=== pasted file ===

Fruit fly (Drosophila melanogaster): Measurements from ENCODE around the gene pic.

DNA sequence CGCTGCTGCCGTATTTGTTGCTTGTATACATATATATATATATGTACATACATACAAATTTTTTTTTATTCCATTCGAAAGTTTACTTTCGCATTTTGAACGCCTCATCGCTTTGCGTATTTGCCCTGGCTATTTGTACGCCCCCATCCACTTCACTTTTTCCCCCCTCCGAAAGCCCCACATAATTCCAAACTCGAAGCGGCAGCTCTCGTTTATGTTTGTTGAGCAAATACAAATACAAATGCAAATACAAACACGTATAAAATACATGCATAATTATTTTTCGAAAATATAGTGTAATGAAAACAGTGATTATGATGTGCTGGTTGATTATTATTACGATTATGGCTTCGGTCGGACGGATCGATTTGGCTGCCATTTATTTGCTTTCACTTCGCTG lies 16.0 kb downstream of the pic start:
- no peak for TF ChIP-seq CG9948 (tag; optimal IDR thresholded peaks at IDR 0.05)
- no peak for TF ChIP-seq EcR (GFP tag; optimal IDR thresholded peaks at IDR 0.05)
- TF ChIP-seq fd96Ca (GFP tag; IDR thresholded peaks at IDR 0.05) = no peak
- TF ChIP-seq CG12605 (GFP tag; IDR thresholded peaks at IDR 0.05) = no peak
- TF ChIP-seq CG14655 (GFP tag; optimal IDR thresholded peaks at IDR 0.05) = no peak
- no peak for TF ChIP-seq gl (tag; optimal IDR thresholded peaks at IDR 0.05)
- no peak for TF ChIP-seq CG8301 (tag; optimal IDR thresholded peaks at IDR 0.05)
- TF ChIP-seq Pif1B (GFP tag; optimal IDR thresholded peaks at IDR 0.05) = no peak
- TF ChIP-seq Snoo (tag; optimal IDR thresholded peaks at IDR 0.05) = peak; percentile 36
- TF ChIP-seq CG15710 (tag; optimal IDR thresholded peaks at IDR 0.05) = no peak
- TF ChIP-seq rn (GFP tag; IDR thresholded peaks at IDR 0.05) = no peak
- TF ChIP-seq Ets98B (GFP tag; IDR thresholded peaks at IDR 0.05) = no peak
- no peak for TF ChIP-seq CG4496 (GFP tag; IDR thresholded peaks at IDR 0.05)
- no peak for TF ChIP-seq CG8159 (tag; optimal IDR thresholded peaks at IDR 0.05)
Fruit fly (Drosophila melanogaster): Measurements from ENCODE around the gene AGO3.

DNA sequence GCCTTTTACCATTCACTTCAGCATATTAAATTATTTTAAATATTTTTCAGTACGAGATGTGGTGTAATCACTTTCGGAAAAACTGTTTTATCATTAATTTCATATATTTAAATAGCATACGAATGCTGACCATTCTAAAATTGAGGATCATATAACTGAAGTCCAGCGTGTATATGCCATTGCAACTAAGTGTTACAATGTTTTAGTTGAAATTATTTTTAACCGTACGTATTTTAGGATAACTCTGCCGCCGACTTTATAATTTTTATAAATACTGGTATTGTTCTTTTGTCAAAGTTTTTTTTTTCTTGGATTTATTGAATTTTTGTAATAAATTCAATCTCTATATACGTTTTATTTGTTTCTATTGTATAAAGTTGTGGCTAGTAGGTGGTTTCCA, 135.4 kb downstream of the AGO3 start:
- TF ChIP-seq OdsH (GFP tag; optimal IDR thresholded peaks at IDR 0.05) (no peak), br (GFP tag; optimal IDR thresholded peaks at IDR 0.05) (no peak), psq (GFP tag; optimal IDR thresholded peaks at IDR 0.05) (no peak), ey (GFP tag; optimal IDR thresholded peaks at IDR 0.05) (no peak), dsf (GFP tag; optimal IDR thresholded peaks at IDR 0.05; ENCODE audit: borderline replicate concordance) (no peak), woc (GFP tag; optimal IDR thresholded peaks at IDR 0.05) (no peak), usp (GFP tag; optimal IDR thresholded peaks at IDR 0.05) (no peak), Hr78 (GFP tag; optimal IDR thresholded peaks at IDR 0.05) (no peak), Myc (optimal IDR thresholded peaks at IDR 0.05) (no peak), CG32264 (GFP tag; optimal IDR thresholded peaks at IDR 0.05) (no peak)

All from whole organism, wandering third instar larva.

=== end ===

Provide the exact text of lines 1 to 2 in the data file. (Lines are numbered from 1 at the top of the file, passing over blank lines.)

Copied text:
Fruit fly (Drosophila melanogaster): Measurements from ENCODE around the gene pic.

DNA sequence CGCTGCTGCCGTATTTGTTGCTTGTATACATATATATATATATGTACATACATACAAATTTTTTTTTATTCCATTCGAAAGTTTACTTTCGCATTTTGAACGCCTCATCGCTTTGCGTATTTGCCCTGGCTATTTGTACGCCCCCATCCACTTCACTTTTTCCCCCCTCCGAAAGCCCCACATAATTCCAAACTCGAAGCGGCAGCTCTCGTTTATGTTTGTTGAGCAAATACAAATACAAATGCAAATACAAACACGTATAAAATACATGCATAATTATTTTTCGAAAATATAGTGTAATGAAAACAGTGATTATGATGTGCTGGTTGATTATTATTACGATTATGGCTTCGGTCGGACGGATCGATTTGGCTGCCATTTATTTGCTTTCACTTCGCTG lies 16.0 kb downstream of the pic start: